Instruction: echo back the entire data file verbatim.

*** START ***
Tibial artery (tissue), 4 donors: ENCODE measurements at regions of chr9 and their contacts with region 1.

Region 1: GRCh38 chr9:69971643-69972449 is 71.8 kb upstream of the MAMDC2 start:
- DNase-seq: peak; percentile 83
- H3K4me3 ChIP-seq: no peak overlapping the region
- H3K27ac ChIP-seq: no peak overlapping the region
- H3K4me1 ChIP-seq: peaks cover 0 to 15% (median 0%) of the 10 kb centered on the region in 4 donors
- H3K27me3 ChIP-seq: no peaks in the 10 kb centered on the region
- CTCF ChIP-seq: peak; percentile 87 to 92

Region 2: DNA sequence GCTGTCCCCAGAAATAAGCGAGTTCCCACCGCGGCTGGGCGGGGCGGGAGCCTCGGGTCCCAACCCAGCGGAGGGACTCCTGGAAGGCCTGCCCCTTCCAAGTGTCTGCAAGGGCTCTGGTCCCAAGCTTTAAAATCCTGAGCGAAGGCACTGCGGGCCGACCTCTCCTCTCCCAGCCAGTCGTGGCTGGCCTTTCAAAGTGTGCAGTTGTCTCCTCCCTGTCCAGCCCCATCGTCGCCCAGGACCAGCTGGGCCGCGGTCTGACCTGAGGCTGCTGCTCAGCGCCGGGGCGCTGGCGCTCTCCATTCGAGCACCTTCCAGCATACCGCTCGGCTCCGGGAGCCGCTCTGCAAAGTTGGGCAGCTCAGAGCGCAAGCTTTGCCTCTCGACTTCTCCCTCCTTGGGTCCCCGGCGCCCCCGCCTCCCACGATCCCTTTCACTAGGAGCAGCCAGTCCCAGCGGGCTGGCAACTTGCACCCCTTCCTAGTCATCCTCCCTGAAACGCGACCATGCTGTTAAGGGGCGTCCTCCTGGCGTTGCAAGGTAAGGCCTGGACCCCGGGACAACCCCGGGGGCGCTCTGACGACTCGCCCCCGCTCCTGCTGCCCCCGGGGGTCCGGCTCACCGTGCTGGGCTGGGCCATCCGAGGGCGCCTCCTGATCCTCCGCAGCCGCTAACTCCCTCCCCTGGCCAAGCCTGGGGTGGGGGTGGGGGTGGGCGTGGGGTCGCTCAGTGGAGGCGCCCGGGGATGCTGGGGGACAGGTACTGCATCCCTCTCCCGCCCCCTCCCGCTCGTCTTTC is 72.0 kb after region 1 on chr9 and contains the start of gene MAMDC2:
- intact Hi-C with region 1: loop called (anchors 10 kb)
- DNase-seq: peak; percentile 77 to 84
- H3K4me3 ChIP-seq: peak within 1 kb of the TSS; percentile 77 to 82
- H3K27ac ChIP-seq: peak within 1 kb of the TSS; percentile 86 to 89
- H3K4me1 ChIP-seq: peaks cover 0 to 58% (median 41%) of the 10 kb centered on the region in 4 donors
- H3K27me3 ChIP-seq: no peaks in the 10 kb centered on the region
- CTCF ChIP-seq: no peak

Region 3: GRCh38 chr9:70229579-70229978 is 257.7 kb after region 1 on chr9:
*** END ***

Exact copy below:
Tibial artery (tissue), 4 donors: ENCODE measurements at regions of chr9 and their contacts with region 1.

Region 1: GRCh38 chr9:69971643-69972449 is 71.8 kb upstream of the MAMDC2 start:
- DNase-seq: peak; percentile 83
- H3K4me3 ChIP-seq: no peak overlapping the region
- H3K27ac ChIP-seq: no peak overlapping the region
- H3K4me1 ChIP-seq: peaks cover 0 to 15% (median 0%) of the 10 kb centered on the region in 4 donors
- H3K27me3 ChIP-seq: no peaks in the 10 kb centered on the region
- CTCF ChIP-seq: peak; percentile 87 to 92

Region 2: DNA sequence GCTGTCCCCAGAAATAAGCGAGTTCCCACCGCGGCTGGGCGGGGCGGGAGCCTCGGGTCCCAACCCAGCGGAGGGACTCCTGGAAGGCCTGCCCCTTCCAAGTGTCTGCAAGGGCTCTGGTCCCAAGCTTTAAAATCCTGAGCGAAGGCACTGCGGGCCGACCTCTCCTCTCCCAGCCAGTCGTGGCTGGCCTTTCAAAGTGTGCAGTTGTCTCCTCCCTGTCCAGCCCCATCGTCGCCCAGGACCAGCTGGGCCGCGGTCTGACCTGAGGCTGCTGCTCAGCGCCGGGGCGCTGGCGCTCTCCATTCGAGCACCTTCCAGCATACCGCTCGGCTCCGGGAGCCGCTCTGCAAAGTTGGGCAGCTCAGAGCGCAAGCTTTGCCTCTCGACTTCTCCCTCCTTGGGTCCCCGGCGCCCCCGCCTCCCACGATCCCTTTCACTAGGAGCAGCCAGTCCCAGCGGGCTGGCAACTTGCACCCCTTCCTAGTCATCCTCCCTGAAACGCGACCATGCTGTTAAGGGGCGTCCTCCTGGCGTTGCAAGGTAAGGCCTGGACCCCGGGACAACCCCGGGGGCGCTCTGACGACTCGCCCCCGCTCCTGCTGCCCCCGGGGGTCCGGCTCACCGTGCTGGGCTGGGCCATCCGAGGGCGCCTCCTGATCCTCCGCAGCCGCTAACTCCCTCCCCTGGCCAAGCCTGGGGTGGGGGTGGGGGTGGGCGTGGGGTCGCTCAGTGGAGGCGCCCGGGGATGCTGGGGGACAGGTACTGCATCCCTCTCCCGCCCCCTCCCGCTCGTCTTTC is 72.0 kb after region 1 on chr9 and contains the start of gene MAMDC2:
- intact Hi-C with region 1: loop called (anchors 10 kb)
- DNase-seq: peak; percentile 77 to 84
- H3K4me3 ChIP-seq: peak within 1 kb of the TSS; percentile 77 to 82
- H3K27ac ChIP-seq: peak within 1 kb of the TSS; percentile 86 to 89
- H3K4me1 ChIP-seq: peaks cover 0 to 58% (median 41%) of the 10 kb centered on the region in 4 donors
- H3K27me3 ChIP-seq: no peaks in the 10 kb centered on the region
- CTCF ChIP-seq: no peak

Region 3: GRCh38 chr9:70229579-70229978 is 257.7 kb after region 1 on chr9: